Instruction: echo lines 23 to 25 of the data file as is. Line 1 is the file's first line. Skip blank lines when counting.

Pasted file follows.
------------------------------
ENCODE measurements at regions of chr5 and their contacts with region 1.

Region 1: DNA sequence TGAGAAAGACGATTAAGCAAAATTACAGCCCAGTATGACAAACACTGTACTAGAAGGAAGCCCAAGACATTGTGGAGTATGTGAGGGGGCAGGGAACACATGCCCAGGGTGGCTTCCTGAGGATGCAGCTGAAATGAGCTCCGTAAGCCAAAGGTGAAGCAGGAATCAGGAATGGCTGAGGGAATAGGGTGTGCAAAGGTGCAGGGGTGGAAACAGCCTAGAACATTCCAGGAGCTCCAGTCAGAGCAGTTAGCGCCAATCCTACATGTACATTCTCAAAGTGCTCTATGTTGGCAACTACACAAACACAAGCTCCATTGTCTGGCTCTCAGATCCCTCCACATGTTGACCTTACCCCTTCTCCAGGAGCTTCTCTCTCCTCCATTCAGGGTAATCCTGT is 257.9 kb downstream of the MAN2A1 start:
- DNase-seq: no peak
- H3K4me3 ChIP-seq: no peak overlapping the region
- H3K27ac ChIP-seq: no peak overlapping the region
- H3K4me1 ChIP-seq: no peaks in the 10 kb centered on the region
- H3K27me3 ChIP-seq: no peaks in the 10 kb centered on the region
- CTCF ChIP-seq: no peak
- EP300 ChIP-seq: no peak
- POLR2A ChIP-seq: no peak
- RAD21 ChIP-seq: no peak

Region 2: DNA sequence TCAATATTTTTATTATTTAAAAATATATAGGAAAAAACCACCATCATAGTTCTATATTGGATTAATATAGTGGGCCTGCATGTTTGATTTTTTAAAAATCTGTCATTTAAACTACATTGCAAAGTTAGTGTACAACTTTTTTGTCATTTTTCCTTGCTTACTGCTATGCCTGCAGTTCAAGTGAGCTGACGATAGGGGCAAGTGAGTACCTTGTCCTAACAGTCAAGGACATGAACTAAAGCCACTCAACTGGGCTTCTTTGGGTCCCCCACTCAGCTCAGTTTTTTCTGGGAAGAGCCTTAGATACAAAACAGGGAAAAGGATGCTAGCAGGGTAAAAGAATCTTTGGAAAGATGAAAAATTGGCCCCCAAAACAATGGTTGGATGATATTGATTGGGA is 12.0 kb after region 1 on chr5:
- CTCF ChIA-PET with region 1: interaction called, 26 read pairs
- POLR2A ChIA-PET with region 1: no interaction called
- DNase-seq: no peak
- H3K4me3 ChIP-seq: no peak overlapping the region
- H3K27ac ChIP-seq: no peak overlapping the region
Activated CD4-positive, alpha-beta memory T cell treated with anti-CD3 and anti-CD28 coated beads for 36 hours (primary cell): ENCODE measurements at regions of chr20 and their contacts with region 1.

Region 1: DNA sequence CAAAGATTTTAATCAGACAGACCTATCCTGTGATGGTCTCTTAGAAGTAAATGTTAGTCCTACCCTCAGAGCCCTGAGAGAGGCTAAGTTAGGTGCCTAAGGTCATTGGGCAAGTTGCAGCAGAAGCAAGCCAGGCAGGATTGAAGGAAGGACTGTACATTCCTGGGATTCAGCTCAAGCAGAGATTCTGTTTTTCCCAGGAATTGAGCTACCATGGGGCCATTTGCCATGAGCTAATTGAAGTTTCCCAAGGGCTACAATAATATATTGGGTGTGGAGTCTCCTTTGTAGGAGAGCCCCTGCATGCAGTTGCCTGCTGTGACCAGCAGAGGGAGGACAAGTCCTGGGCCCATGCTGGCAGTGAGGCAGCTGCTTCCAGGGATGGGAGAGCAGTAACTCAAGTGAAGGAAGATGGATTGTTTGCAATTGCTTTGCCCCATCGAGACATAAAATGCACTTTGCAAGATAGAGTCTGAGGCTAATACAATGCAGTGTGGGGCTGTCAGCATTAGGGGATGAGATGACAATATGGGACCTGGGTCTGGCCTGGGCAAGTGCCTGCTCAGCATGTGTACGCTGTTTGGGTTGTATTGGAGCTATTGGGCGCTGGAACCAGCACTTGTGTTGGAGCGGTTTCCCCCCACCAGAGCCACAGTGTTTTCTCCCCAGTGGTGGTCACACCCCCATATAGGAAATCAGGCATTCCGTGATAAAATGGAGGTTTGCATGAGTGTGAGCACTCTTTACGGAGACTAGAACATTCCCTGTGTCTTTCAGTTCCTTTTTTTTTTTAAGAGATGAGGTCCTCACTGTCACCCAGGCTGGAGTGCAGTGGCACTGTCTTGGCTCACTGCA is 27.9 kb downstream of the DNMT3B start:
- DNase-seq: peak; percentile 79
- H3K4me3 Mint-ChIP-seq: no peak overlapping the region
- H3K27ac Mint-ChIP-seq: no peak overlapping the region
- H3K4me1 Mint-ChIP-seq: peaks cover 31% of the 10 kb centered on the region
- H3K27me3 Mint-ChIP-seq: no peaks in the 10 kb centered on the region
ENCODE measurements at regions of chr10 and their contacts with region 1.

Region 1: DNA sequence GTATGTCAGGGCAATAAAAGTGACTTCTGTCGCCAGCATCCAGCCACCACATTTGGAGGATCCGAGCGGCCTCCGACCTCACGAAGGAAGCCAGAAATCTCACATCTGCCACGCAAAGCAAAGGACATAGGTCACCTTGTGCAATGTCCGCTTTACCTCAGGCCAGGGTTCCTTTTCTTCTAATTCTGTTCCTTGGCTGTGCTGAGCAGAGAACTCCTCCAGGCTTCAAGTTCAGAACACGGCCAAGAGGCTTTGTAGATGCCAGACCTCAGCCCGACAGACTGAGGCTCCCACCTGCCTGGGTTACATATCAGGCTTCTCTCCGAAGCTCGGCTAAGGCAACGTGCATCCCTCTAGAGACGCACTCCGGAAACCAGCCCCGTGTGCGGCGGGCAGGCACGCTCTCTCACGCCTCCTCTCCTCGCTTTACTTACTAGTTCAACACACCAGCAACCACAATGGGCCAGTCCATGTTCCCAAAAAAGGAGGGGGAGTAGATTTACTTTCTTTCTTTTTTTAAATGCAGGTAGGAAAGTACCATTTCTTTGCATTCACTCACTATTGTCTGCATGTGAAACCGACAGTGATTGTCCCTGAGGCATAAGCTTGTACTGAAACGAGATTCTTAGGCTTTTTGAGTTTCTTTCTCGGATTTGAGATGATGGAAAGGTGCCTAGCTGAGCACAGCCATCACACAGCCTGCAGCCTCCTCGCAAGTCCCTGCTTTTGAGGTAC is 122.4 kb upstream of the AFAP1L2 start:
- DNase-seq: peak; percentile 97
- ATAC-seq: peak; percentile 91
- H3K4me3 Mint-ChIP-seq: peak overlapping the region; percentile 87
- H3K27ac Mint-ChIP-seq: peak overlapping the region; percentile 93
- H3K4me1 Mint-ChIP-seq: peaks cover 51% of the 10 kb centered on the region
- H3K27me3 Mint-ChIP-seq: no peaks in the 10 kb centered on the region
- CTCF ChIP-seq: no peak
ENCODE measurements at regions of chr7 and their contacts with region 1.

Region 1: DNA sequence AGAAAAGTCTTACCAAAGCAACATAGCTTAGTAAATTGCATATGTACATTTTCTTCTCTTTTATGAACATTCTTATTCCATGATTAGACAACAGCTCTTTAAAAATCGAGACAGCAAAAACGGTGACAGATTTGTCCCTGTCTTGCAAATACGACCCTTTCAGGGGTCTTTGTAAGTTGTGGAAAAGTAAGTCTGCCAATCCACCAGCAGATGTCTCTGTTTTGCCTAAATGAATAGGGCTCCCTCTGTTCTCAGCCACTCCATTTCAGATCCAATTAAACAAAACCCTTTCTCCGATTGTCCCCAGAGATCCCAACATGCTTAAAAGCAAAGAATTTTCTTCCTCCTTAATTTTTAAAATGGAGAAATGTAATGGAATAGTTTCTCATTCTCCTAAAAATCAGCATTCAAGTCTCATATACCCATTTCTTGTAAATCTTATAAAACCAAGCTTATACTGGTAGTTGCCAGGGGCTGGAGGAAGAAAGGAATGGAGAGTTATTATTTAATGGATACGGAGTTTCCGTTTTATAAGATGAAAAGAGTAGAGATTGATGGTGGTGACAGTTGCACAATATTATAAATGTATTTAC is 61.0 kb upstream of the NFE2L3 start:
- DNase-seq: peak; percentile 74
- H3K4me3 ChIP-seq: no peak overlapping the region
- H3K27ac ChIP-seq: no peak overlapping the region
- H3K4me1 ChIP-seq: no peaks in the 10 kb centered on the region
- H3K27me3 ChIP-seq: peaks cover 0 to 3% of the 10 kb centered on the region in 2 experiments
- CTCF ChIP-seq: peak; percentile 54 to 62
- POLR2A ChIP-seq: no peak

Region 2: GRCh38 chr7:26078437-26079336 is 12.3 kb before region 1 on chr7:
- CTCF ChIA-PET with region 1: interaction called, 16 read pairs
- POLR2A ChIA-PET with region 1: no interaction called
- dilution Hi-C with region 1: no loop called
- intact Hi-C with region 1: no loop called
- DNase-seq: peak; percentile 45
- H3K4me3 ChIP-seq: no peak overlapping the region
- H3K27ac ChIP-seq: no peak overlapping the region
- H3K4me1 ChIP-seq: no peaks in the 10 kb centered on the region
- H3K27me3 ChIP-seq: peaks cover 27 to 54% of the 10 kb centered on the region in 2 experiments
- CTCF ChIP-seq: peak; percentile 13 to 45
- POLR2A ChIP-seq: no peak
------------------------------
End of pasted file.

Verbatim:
- H3K4me1 Mint-ChIP-seq: peaks cover 31% of the 10 kb centered on the region
- H3K27me3 Mint-ChIP-seq: no peaks in the 10 kb centered on the region
ENCODE measurements at regions of chr10 and their contacts with region 1.